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Seasonsal variations in the reported incidence of sexually transmitted diseases in Scotland (1972-76).
  1. C B Schofield

    Abstract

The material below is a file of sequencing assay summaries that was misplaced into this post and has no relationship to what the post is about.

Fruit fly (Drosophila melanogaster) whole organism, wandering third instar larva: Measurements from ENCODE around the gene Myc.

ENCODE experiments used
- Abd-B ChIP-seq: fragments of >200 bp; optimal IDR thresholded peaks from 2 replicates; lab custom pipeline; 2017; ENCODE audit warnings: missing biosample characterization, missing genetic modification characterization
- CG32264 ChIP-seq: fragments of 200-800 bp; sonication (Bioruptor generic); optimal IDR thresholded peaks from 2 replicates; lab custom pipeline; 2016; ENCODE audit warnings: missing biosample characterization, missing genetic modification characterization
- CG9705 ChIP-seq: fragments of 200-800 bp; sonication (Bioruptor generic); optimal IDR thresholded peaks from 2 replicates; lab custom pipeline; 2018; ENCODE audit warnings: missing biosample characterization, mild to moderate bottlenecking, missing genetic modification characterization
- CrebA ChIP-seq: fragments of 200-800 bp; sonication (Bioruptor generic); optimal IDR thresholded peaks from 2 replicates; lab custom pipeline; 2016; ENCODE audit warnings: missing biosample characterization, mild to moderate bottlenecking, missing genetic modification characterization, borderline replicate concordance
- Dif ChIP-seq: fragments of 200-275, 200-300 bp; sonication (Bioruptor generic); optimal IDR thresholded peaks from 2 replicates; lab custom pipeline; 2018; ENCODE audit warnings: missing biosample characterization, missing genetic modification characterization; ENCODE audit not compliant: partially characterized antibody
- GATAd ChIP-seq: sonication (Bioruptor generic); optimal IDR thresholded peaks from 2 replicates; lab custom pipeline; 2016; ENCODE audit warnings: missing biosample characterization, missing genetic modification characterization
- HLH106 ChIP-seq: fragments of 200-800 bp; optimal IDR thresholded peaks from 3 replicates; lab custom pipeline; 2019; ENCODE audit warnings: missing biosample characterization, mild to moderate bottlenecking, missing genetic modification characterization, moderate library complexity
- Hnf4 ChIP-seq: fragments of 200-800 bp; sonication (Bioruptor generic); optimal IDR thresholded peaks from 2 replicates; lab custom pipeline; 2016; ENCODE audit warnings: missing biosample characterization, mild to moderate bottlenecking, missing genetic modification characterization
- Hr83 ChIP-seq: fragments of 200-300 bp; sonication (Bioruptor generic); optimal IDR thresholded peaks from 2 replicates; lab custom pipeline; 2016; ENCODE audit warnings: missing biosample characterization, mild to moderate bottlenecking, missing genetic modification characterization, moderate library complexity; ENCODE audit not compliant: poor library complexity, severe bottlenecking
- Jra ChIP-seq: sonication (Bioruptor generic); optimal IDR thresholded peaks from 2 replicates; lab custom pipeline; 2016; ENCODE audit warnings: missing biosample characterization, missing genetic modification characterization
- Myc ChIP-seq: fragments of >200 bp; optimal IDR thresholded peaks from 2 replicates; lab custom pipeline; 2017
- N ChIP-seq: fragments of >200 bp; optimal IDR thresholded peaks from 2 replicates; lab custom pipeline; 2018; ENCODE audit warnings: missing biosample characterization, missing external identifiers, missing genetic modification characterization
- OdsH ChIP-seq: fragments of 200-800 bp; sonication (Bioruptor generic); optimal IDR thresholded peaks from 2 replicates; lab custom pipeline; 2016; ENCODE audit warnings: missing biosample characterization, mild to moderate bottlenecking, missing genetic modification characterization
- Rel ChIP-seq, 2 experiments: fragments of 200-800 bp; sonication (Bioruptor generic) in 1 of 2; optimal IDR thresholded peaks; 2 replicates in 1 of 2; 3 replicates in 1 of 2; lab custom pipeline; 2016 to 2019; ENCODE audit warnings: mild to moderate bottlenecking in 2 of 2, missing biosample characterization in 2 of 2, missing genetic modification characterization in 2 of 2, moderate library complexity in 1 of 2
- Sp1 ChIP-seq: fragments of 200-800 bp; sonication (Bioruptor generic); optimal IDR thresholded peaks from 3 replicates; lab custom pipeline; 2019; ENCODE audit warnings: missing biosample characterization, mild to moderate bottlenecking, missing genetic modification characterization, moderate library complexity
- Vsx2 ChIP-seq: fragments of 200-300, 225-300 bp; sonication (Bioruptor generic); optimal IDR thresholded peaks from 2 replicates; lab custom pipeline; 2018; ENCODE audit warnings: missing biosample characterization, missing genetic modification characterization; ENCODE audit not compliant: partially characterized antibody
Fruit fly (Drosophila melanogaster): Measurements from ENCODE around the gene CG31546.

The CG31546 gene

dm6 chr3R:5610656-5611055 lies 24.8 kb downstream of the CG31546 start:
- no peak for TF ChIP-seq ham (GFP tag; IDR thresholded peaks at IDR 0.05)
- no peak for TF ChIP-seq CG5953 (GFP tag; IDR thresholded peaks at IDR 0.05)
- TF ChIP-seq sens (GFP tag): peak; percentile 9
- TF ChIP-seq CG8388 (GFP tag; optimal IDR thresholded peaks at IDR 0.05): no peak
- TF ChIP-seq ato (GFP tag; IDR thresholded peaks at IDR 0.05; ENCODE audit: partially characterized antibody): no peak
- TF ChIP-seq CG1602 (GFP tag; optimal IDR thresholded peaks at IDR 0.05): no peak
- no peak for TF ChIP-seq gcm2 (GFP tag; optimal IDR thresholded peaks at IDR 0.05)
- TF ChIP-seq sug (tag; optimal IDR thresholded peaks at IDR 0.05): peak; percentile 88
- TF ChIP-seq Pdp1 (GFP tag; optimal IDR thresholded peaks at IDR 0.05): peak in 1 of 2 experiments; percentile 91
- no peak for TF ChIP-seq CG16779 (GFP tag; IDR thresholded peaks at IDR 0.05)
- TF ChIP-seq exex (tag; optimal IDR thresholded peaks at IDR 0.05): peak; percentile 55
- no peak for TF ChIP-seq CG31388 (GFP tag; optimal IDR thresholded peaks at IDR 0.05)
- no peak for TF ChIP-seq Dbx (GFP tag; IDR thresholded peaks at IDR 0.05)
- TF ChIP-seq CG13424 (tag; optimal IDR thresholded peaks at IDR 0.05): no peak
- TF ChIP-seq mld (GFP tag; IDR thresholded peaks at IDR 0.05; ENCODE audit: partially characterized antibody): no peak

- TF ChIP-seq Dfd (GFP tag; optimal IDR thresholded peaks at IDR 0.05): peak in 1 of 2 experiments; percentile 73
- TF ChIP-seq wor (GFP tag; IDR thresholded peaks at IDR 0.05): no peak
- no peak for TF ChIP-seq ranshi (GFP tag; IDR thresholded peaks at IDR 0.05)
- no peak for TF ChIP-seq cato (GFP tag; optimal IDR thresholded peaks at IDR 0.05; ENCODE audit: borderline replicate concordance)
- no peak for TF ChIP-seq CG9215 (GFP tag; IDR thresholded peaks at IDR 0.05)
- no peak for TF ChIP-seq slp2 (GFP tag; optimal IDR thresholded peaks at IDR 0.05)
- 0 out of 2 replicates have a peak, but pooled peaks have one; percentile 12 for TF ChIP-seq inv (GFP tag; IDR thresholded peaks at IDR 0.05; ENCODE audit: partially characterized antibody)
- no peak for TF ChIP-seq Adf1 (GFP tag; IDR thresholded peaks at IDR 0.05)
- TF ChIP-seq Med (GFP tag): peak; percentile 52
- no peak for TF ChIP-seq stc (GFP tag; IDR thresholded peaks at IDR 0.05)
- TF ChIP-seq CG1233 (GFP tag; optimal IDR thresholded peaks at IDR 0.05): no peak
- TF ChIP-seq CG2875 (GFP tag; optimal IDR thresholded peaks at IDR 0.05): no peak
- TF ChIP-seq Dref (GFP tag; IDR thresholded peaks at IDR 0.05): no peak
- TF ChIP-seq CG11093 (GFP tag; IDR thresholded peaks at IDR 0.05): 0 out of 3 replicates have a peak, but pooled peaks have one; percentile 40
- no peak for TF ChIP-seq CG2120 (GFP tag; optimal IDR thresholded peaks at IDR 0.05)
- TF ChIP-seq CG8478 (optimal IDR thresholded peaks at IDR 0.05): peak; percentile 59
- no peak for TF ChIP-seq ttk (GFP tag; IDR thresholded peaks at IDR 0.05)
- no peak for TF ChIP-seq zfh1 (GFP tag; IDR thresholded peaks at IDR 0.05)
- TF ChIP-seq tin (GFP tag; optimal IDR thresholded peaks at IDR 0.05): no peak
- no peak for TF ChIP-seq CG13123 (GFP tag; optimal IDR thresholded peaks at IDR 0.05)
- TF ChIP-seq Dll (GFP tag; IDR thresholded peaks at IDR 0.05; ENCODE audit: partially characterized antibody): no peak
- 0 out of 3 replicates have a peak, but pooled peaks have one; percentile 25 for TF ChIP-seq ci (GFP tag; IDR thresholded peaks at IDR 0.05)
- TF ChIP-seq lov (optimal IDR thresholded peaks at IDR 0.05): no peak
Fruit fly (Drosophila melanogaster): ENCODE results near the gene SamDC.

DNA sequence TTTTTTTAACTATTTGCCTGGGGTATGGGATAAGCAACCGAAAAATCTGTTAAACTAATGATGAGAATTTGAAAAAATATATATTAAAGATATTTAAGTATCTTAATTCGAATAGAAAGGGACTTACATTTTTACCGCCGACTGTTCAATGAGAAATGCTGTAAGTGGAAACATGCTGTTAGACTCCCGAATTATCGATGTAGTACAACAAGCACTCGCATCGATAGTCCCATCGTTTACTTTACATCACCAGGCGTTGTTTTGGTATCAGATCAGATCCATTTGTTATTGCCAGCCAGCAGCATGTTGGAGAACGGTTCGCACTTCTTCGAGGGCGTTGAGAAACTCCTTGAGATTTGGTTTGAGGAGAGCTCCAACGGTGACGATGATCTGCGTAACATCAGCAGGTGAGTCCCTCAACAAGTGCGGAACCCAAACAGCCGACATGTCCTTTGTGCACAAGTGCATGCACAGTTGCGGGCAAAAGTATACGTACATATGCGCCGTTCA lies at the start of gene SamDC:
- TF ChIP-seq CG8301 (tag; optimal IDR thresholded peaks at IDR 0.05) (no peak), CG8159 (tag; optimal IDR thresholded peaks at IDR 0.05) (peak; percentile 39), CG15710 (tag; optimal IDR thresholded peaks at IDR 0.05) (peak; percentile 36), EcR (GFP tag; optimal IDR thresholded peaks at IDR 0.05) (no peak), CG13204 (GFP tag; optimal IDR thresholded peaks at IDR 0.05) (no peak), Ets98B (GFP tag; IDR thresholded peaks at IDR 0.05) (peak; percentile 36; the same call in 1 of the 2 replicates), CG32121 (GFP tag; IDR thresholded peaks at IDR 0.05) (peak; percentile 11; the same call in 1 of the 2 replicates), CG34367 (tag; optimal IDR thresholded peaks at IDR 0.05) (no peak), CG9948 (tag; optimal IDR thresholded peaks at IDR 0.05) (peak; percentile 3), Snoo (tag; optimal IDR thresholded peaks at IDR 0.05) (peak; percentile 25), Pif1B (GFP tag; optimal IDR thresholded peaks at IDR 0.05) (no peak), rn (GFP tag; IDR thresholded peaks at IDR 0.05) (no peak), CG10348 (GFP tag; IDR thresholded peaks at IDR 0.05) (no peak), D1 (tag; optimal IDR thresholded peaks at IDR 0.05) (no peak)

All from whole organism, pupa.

The seasonal variation in the quarterly incidence of some sexually transmitted diseases and other conditions in Scotland is compared with that of gonorrhoea and of conceptions leading to live births or abortions. The seasonal incidence for non-specific genital infections and for other conditions not requiring treatment in both men and women was similar to that of gonorrhoea, thus indicating an association with promiscuity, whereas the seasonal variation for candidosis in men and women-an infection not usually associated with promiscuity-was similar to that of conceptions. Differences between the sexes occurred, however, in the seasonal incidences of scabies, pubic lice, genital herpes, trichomoniasis, and other conditions requiring treatment; thus men with these conditions appeared to be more promiscuous than women. The seasonal variations in incidence of genital scabies and pubic lice indicate that these infestations are more easily transmitted by close bodily contact indoors during cold weather than in the open air.

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